Johan Benders (July 1, 1907 - April 7, 1943)
Gerritdina Benders-Letterboer (September 1, 1909 - 1980)

Netherlands

Johan Benders Johan Benders

Johan Benders took his own life rather than reveal the whereabouts of those Jews whom he had helped to rescue.

He was a teacher at the Amsterdam Lyceum where he had made no secret of his anger over the expulsion of Jews from the school. Benders had encouraged the older students, such as Tineke Guilonard*, to become involved in the falsification of identity and ration cards. Johan’s wife, Gerritdina, who worked as a speech therapist, assisted wherever possible, and the couple opened their home as a temporary shelter for Jews.

Johan and Gerritdina also took in two Jewish sisters, Rosalie and Katie Wijnberg, whose parents were in the Dutch East Indies, and who had been staying with their aunt. Both girls were former pupils of Johan and remained with the Benders until the end of the war, despite the fact that their aunt could no longer afford to pay for their upkeep. In 1943, the couple welcomed another Jewish girl, Lore Polak, into the family.

On April 4, 1943, the Benders were betrayed by one of their neighbors and the SD arrested Johan, Katie, and Lore. Johan was locked up in the Amstelveenseweg prison on suspicion of having robbed the registrar’s office. In his pocket were the coded addresses of eighteen hidden Jews. He was brutally tortured during his interrogations and tried to commit suicide without success on two occasions. After speaking with his cellmate, poet Gerrit Kouwenaar, Johan decided to sacrifice his own life in order not to denounce those whom he had rescued. On April 6, 1943, he jumped to his death from the third floor of the prison. Gerritdina was left with their two young daughters and was five months pregnant with a third baby at the time. In a heart-rending requiem for their dead teacher, many of Johan’s former students marched passed the jail whistling the school tune.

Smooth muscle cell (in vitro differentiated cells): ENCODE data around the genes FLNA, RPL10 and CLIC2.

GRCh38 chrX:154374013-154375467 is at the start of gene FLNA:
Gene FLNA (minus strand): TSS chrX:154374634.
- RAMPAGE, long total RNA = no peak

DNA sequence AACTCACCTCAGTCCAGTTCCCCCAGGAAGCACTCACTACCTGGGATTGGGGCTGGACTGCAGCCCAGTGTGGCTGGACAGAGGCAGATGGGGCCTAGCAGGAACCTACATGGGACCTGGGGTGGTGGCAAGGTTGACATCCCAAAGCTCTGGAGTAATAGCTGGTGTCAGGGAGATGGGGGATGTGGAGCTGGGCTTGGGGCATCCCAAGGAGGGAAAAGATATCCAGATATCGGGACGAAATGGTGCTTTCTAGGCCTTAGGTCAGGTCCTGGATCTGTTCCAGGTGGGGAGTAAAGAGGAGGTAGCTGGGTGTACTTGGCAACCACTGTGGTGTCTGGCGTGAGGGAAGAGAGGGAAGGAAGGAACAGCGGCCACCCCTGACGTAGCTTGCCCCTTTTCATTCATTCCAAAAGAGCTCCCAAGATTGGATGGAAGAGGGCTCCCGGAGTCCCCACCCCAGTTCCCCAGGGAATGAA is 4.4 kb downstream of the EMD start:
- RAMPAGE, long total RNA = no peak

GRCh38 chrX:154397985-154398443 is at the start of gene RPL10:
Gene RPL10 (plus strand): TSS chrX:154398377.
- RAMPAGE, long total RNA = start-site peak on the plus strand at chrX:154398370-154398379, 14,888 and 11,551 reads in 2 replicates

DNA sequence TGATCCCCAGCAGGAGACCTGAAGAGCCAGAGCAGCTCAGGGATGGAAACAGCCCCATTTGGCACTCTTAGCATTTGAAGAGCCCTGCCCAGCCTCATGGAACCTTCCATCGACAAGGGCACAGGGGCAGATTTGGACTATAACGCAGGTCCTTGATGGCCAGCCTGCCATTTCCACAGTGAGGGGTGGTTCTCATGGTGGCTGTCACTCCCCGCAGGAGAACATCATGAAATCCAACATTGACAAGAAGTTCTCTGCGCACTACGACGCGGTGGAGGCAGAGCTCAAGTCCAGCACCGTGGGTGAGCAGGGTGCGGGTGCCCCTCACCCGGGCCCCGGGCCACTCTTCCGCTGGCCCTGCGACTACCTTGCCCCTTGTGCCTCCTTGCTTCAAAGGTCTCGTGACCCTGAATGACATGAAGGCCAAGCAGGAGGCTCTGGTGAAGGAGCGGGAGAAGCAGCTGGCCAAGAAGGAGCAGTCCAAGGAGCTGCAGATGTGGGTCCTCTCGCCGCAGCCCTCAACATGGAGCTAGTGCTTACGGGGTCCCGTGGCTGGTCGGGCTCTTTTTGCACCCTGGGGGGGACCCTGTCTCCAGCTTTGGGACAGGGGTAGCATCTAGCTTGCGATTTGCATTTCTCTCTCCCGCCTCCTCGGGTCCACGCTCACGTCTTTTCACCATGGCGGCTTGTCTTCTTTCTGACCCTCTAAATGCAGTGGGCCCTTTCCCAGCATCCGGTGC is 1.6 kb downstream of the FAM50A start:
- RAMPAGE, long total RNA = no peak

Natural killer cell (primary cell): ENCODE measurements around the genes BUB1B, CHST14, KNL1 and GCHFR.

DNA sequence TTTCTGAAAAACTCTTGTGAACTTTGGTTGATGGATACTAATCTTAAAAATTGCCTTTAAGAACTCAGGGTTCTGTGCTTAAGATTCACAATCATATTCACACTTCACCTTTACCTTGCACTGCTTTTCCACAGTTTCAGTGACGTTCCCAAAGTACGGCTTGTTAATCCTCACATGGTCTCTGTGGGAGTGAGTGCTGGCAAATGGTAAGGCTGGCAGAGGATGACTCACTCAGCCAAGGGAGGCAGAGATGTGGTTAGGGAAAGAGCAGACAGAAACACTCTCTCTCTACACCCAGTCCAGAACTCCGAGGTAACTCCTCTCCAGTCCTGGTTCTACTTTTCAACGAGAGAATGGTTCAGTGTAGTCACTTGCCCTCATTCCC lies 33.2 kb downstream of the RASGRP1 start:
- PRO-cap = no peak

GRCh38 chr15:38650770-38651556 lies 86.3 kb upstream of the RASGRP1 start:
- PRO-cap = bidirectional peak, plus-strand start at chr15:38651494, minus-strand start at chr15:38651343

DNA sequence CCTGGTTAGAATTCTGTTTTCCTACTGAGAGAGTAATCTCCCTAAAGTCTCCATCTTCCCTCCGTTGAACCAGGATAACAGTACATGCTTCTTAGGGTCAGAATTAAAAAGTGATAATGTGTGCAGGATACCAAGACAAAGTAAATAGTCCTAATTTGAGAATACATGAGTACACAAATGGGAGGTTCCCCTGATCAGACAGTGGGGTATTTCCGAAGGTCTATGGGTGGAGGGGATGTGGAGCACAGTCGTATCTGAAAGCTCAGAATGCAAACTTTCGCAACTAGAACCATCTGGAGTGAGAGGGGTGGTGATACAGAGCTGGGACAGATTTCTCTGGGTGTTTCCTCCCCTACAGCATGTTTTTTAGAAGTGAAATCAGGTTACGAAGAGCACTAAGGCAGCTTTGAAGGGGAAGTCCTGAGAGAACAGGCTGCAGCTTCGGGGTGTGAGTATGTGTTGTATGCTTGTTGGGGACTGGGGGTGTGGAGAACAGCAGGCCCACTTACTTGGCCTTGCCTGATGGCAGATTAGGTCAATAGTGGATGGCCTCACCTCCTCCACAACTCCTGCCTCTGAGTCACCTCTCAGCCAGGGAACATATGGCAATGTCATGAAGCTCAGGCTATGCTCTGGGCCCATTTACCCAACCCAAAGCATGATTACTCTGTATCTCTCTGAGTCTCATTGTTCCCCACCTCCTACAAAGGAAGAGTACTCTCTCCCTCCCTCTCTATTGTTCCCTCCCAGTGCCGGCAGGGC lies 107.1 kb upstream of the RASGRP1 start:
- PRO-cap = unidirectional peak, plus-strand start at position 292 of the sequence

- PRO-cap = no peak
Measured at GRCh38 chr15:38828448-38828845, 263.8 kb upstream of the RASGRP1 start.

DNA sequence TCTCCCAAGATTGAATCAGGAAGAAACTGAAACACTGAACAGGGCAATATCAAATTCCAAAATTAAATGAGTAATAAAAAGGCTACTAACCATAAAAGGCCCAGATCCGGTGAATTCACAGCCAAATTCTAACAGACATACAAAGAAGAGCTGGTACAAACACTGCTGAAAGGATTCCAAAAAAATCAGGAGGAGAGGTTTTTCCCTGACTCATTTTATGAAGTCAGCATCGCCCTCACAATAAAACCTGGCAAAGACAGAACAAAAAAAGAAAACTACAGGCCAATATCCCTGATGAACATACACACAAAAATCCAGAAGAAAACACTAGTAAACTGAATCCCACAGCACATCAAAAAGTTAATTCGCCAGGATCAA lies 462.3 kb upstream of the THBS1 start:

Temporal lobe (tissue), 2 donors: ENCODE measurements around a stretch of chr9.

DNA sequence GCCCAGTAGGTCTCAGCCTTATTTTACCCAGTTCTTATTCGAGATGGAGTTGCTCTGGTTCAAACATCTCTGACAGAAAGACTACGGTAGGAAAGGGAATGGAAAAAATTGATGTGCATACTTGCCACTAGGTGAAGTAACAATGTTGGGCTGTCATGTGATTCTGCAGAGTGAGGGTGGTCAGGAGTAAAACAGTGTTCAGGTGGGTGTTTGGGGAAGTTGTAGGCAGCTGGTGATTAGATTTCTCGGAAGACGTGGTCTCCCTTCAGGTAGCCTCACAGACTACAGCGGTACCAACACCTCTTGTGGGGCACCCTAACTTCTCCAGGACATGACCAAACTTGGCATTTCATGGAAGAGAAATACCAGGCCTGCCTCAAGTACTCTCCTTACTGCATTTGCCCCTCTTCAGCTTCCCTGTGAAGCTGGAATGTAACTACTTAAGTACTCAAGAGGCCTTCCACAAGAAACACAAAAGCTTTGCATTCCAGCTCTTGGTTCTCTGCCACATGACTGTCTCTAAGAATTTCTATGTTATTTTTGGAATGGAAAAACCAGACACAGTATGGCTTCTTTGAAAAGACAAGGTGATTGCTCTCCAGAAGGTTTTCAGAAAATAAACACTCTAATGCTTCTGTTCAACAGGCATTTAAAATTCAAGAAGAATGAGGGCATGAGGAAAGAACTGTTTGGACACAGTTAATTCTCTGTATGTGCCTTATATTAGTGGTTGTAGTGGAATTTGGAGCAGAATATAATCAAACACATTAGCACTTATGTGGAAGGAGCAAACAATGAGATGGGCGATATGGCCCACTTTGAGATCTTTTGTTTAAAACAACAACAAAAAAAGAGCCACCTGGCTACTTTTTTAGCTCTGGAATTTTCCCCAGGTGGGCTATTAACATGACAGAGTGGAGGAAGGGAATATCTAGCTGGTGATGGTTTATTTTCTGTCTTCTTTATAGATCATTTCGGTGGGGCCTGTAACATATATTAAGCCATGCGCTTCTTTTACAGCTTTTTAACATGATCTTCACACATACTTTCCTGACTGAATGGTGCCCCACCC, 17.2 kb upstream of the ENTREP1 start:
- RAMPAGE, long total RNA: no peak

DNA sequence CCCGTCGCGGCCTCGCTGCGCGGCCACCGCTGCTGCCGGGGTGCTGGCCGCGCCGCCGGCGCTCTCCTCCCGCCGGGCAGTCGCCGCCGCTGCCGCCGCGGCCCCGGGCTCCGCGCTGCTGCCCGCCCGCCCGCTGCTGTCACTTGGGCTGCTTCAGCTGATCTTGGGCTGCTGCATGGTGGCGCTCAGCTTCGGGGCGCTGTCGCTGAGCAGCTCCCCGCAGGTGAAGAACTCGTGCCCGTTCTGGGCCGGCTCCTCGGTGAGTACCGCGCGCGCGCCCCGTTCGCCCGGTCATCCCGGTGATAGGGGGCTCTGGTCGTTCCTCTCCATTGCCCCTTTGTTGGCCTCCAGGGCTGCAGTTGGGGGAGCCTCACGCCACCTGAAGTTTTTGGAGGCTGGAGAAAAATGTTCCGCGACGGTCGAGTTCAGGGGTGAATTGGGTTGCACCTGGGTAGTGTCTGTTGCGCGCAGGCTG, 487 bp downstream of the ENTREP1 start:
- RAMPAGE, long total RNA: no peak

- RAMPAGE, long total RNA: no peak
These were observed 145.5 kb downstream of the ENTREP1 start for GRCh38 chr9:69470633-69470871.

Despite the tragedy, Gerritdina took in another Jewish girl and sheltered Jan Doedens, a former pupil of Johan’s who was avoiding forced labor. She also tracked down Lore Polak, who had escaped from a concentration camp to another hideout. Katie Wijnberg was released after a few weeks in prison and came to live with Gerritdina again.

After the war, Lore discovered that her entire family had perished and she thus stayed with Gerritdina for four years until she immigrated to the United States. A street in Amsterdam has been named in memory of Johan Benders.

On March 27, 1997, Yad Vashem recognized Johan Benders and his wife, Gerritdina Benders-Letterboer, as Righteous Among the Nations.

 

This online story was made possible with the support of:

Conference on Jewish Material Claims Against Germany

The Conference on Jewish Material Claims Against Germany works to secure compensation and restitution for survivors of the Holocaust.

Since 1951, the Claims Conference - working in partnership with the State of Israel - has negotiated for and distributed payments from Germany, Austria, other governments, and certain industry; recovered unclaimed German Jewish property; and funded programs to assist the neediest Jewish victims of Nazism.